Lady Lilith (1867), a Dante Gabriel Rossetti watercolour, is to lead an auction of pre-Raphaelite art at Sotheby’s.
The model in the work was Fanny Cornforth - Rossetti’s muse, mistress and housekeeper.
It is one of three versions of this painting (two watercolours, one oil).
The watercolour is one of three versions of this composition
However, only the two watercolours display Cornforth’s face.
The oil painting (initially completed in 1869) was commissioned by US shipping magnate Frederick Leyland.
For some reason, Leyland disliked Cornforth’s looks and asked that her face be changed in the final painting.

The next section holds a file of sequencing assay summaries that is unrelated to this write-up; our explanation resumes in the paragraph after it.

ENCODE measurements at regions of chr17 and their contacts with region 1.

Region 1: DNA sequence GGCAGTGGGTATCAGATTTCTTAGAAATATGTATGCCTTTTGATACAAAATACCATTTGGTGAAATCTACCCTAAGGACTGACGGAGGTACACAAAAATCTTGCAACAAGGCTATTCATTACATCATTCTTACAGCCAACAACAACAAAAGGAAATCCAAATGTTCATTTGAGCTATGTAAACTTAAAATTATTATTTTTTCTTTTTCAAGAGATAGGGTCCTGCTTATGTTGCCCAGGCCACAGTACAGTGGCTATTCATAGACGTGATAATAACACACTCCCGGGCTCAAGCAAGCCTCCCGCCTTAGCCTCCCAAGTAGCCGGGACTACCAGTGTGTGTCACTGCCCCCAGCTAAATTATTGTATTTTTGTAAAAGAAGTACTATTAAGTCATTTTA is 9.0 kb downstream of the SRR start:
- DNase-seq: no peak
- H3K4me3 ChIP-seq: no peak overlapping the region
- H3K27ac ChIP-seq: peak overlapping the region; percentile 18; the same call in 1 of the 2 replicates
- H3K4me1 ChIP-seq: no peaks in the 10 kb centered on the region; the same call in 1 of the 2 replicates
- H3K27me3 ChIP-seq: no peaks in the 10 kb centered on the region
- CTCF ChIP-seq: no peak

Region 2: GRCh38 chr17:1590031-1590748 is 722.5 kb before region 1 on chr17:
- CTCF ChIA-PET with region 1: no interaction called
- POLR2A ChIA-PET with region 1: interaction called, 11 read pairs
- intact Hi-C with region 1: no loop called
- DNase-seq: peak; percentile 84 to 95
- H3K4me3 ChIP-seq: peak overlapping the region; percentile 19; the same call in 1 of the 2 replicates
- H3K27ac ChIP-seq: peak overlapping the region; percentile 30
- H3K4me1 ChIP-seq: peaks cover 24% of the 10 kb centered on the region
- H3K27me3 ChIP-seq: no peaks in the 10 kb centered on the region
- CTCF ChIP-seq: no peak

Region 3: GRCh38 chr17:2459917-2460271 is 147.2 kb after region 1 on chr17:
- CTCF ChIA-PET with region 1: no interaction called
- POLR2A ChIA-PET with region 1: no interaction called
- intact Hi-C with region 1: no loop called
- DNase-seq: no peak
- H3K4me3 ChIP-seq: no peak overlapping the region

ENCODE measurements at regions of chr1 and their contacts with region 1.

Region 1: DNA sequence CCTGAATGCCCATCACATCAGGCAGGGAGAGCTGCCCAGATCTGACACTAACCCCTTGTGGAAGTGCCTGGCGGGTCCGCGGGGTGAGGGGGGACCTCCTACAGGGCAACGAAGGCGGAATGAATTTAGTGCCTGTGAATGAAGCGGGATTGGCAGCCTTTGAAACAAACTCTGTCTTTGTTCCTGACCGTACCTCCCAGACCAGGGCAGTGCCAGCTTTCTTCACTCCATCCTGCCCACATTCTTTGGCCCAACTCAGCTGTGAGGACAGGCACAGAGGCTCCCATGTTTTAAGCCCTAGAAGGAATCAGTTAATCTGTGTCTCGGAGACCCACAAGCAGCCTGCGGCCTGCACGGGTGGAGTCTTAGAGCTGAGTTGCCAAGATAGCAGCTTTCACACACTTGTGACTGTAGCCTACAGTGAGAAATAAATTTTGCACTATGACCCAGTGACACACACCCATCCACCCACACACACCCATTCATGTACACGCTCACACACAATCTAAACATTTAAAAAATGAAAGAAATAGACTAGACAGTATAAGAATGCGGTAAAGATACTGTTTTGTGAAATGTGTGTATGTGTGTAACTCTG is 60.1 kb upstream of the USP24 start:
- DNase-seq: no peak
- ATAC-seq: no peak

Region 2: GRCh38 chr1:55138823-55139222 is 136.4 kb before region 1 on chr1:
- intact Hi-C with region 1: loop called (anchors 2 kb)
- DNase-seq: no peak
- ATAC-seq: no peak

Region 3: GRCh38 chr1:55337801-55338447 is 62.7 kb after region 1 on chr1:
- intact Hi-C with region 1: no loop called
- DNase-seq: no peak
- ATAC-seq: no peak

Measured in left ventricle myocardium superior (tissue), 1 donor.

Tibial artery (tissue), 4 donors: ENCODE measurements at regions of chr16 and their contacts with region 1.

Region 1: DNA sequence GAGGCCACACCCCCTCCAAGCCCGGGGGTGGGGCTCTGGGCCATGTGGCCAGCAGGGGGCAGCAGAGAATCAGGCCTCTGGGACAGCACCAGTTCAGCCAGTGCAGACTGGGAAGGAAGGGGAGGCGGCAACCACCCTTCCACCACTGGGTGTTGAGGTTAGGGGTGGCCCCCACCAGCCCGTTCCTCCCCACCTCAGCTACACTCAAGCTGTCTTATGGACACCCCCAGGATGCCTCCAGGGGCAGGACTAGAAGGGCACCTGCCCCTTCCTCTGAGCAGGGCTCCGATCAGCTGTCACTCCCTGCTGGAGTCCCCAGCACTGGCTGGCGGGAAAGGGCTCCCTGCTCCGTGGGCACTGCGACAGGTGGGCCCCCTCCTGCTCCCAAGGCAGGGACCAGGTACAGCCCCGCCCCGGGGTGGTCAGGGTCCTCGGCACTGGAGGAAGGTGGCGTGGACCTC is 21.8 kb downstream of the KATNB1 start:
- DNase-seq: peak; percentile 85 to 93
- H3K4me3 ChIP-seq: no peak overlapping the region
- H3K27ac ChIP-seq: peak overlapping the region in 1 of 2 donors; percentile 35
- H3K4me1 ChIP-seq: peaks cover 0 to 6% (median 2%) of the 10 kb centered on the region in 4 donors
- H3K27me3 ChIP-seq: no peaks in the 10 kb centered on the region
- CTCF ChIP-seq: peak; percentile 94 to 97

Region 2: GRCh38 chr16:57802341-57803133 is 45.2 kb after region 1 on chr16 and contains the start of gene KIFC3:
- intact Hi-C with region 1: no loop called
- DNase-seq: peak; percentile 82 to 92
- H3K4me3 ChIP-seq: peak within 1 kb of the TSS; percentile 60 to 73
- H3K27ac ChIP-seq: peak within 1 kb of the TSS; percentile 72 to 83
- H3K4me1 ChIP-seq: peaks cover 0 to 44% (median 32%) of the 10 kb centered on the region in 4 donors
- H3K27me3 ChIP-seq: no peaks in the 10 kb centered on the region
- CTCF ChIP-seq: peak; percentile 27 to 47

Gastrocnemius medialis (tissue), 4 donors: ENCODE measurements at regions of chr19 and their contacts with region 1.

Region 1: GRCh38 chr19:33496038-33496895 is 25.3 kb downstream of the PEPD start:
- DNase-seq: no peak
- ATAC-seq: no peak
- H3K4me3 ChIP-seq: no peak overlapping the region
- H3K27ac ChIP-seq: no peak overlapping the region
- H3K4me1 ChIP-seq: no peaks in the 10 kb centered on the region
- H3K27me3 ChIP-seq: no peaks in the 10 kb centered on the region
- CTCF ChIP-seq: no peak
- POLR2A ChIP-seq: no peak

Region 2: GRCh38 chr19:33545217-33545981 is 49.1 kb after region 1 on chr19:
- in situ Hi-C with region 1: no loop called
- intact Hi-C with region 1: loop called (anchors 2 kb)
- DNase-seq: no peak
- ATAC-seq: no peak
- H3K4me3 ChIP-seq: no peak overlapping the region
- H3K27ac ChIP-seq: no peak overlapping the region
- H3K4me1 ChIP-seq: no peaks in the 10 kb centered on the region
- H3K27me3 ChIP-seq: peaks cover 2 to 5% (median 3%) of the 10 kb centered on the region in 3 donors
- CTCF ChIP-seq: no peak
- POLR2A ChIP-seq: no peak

He sent the canvas back to Rossetti in 1872, who swapped it out for that of a model named Alexa Wilding.
Cornforth was obviously very upset when she found out.
Sotheby’s Victorian art expert Simon Toll commented to the Guardian newspaper: “Poor Fanny, it is a story that really makes you feel for her.
“It was unforgivable of Rossetti, but you’re a young artist, the patron wants something and you need a bit of money, you do what he asks.
“[She] need never have learned about the substitution, but of course his friends – probably his studio assistant Henry Treffry Dunn who detested her – went out of their way to make sure she learned of it.”
The painting is valued at £400,000-600,000 ($518,960-778,440) ahead of the July 13 sale in London.
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